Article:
Neon sign of the word "change"

Embracing change for personal growth

By X-51 | Miscellaneous Debris | 18 Jan 2020


I'm running a bit late on posting something again, and I'm going to step away from what I planned to post again anyway. This has been a very crazy week, in some ways positive, in some ways negative, but in all ways a chance for me to learn or re-learn something about myself.

 

Every challenge is an opportunity for growth

 

Sometimes change can feel like the enemy. Definitely under the influences of depression, and (in my experience) even more so with anxiety.

With routine being a necessary part of handling mental illness you could almost think that the messing up your routine in any way would be detrimental. Definitely the wrong types of change or too drastic a change can be bad for us, such as me moving half way around the world by myself to a place I barely speak the language has definitely been a factor in my anxiety.

But there is also a necessity for change in our lives, to step outside of our comfort zones sometimes. Small doses of chaos are fuel for our brains, and our minds thrive on new and different circumstances which make us think, react, learn, and adapt. But depression, anxiety, and some other mental illnesses often force us to shy away from the types of change that are good for us.

Even beyond mental illness, a certain amount of change is beneficial to us in our everyday lives. Have you ever stopped and wondered just where the last week/month/year disappeared? One of the ways to combat this kind of extreme perception of passing time is to inject change and challenge into our lives. The more sameness you have in your life, the less substance you will perceive in life - the more variety you have in life, the more you perceive there to be substance.

 

For me personally the necessity to embrace change has recently come up again in my life because I have started trying to date after almost 3 years of being single, and about 10 years in a relationship before that.

For the last 3 months I have been on dating apps, just slowly finding my way around them - the pitfalls and problems with the apps themselves, the different culture and age in which I am now trying to date and, most importantly, how my depression and anxiety are affected by, and affect, my interactions on these apps.

 

In this case my anxiety was definitely working hard to force me into not succeeding. It sometimes kept me from sending messages to a woman because I perceived her to be far more attractive than I was worthy of, even after they had pressed that "like" button on my profile. For a while it really felt like nothing would come from it and I was just wasting my time - the usual bad feelings that create a cycle of depression, inaction, depression, inaction.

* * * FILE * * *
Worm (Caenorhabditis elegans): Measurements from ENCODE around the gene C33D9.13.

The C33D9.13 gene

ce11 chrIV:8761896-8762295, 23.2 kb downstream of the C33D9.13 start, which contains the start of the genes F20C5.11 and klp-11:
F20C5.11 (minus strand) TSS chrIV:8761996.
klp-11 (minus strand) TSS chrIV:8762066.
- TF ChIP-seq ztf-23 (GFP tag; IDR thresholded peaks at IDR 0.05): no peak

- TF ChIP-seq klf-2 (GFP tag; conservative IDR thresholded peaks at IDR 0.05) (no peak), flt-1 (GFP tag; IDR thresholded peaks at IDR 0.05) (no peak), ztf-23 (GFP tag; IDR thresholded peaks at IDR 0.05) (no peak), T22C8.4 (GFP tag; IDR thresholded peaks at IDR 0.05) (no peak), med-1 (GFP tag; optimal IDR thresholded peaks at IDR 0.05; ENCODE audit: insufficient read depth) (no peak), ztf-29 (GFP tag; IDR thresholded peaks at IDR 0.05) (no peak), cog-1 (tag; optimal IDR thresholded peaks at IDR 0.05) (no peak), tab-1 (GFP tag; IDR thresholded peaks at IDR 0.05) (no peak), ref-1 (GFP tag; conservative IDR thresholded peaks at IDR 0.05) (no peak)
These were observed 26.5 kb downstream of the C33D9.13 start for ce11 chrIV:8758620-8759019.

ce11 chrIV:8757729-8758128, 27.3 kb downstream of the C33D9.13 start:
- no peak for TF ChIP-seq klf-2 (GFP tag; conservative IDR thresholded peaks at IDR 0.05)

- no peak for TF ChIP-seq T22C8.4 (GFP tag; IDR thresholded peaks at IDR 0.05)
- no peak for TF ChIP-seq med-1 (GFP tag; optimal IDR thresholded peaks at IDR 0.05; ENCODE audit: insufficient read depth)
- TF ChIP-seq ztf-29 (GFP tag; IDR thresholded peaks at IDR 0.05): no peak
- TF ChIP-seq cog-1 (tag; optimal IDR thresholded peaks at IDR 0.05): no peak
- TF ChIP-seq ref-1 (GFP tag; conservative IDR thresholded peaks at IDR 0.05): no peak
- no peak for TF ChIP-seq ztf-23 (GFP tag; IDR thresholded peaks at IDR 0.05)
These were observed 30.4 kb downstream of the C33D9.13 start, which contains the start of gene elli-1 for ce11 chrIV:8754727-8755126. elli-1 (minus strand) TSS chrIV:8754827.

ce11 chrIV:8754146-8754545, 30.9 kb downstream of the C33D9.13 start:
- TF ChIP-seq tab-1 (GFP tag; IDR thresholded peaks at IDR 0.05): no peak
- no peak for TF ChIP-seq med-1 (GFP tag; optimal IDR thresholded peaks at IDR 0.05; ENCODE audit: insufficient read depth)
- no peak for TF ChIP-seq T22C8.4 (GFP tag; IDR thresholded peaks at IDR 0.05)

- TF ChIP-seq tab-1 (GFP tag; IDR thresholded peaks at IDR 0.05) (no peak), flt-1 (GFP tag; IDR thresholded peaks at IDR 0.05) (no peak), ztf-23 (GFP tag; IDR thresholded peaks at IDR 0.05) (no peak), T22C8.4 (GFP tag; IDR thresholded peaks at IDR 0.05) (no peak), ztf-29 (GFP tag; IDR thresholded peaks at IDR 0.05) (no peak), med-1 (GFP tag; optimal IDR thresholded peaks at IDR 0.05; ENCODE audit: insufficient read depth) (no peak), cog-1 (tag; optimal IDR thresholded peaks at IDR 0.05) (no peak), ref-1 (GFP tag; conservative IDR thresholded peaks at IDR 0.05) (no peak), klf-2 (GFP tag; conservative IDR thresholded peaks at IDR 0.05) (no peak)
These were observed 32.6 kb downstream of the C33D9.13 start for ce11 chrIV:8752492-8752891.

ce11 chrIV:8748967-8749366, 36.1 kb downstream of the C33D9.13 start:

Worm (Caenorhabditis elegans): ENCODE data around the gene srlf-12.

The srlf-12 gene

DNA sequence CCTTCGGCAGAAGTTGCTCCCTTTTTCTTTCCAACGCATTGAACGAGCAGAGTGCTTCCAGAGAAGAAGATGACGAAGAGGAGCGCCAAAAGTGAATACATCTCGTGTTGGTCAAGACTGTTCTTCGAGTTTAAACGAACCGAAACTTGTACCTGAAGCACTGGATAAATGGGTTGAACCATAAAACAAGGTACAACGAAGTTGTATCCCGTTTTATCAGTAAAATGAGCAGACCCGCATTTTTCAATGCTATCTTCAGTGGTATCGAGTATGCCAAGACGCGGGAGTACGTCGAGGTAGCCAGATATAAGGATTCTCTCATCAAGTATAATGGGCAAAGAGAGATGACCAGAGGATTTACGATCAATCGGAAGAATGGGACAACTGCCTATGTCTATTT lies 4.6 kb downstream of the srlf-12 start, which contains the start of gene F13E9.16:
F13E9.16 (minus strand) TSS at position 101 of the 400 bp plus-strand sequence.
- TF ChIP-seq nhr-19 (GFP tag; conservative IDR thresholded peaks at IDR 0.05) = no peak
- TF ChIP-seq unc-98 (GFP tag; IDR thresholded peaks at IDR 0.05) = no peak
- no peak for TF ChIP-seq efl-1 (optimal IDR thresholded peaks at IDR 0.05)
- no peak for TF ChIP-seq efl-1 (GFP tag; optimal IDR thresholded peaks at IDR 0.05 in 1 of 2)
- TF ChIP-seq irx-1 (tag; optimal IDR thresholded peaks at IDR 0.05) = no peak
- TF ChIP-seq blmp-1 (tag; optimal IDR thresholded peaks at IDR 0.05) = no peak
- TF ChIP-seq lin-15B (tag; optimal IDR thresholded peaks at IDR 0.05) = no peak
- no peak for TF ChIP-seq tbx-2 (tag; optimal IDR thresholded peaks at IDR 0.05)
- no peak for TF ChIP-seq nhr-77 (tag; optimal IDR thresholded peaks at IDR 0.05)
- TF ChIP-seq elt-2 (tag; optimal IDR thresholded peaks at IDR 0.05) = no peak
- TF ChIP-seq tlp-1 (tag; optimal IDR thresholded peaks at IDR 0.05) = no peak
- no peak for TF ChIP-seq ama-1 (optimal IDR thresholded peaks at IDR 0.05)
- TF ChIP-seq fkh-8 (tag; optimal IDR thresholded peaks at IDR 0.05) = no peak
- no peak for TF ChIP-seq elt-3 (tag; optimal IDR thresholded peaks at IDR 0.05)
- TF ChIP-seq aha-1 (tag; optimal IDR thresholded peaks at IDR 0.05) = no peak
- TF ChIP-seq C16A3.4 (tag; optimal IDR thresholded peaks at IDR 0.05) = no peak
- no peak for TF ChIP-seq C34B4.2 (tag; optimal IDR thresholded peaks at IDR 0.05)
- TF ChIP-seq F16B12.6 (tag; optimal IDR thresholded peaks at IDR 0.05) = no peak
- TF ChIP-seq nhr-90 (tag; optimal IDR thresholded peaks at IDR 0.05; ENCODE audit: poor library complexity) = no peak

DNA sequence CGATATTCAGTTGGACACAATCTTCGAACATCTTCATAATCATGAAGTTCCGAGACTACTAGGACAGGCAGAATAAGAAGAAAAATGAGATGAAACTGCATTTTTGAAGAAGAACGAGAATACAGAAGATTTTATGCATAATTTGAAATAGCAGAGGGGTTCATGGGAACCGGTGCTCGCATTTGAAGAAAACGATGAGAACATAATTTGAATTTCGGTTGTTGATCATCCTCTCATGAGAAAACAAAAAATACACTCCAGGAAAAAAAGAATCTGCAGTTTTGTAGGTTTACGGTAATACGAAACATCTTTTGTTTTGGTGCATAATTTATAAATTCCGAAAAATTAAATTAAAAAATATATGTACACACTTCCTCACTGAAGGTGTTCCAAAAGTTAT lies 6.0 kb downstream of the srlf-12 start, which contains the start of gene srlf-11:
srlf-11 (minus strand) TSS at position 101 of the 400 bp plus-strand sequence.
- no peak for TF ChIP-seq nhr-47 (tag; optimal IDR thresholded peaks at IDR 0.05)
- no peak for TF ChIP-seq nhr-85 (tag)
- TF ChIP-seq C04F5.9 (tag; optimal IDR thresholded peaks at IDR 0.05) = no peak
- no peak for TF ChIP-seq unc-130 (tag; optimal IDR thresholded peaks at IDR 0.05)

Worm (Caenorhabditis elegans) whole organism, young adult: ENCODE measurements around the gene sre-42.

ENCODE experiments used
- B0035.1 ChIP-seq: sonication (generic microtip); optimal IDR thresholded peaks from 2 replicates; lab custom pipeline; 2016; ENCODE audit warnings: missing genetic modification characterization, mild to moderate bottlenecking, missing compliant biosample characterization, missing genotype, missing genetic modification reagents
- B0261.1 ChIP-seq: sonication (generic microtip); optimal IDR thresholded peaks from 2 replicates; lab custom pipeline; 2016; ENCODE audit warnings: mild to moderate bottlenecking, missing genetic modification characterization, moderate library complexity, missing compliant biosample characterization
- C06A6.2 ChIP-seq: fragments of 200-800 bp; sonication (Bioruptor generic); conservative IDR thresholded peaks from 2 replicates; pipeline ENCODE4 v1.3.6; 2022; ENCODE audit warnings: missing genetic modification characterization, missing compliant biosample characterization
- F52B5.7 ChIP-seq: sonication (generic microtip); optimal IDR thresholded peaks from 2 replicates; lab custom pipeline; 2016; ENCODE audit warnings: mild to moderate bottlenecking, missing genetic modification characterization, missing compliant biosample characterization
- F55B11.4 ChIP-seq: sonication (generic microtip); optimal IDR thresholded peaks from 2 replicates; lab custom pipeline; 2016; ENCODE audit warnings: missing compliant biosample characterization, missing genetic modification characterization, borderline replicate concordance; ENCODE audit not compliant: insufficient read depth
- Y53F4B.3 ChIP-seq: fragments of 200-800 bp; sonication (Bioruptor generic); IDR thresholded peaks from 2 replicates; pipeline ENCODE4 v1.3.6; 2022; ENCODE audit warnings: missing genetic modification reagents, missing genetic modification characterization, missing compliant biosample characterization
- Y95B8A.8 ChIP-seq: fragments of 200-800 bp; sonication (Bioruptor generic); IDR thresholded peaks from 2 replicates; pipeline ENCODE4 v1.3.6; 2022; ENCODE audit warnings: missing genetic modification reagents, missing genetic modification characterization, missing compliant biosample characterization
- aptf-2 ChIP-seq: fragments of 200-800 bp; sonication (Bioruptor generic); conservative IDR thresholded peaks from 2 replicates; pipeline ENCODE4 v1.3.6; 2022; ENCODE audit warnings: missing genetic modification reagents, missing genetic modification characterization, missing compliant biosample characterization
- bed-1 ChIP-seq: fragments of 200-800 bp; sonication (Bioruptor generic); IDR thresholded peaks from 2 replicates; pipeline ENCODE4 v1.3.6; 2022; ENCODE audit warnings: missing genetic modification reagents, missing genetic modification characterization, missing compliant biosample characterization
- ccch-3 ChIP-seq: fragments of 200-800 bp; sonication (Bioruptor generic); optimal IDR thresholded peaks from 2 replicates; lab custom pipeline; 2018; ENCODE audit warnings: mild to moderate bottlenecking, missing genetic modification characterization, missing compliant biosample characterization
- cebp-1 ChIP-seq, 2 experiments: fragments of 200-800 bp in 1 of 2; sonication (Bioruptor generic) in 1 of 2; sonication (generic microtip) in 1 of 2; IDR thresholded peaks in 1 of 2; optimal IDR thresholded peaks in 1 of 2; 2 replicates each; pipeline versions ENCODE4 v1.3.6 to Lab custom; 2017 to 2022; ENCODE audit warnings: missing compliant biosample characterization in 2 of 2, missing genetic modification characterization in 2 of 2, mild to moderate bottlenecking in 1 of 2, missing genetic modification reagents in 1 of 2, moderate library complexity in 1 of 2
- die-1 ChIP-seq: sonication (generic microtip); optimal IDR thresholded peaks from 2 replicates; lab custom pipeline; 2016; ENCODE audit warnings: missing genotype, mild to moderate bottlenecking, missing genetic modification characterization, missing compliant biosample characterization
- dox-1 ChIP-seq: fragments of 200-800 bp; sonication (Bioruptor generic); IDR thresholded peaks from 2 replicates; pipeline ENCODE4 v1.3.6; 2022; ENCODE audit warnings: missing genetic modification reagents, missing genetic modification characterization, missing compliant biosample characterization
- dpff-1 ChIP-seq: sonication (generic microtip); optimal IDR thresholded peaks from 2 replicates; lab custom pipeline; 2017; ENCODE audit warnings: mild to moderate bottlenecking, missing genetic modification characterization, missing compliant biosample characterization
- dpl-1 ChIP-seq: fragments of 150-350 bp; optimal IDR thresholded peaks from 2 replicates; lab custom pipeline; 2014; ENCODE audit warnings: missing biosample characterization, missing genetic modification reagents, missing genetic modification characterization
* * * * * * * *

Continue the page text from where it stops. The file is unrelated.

But instead of giving in to it, I worked with what I had - I made myself be receptive to potential changes, considered how I could change to better enable myself to achieve something, and I adapted my approach slightly. In more solid terms in this case I tried to stop being so invested in not messing up and in finding the "right one" immediately, and instead started just working to find "one", whether I messed up or not.

So I started talking to a woman who I probably wouldn't have spoken to otherwise. I honestly didn't really like her profile pictures (yes, that sounds shallow, but on this app you really don't have much more to go off than a small selection of photos and some generic personal info), but she seemed nice enough.

 

So we planned a date.

 

Admittedly she asked me out, not the other way around, but I did not say "no". I had done that to someone else in my first week on dating apps due to nerves or anxiety (sometimes it is not so easy to tell the difference) and I definitely knew I messed up that time, but it was part of what led me to not messing up this time.

 

By the time the date was over I could count myself as having succeeded on five fronts:

First, I acknowledged the need for a change in myself and my situation after analysis and reflection.

Second, I targeted a specific anxiety trigger, which I overcame in small steps and successfully made a change in myself.

Third, I proved to myself I could handle something that part of me was dreading for so long, where my anxiety had truly made the proverbial mountain out of a molehill.

Four, I was forced into handling another potential anxiety trigger in the first few minutes of us meeting - her profile pictures did not do her justice and she was significantly more attractive than I expected. If I had let it, this probably could have destroyed the date. But instead I accepted that this was entirely out of my control, and understood that it really did not change any possible outcome of our time together.

And finally, I think it actually went quite well. Not perfect by any measure, but after our meal she quite easily could have said goodbye and disappeared, but instead we walked around the city for a while and talked.

 

So regardless of if I ever hear from her again, the date was absolutely a success - a success brought about only by pushing myself a little beyond my comfort zone and accepting the opportunity to grow from a situation.

This is something any one of us is capable of if we just allow small changes in, process them logically instead of emotionally, and grow to embrace what these changes can teach us.

 

 

 

Ok, next time around I will definitely get back to my planned content, hopefully early next week since I have a full weekend planned.

More specifically I will be talking about our perceptions of failure, which oddly enough links in with some of the sentiment of this post anyway!

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X-51
X-51

Software developer, musician, photographer, traveler, crypto enthusiast


Miscellaneous Debris
Miscellaneous Debris

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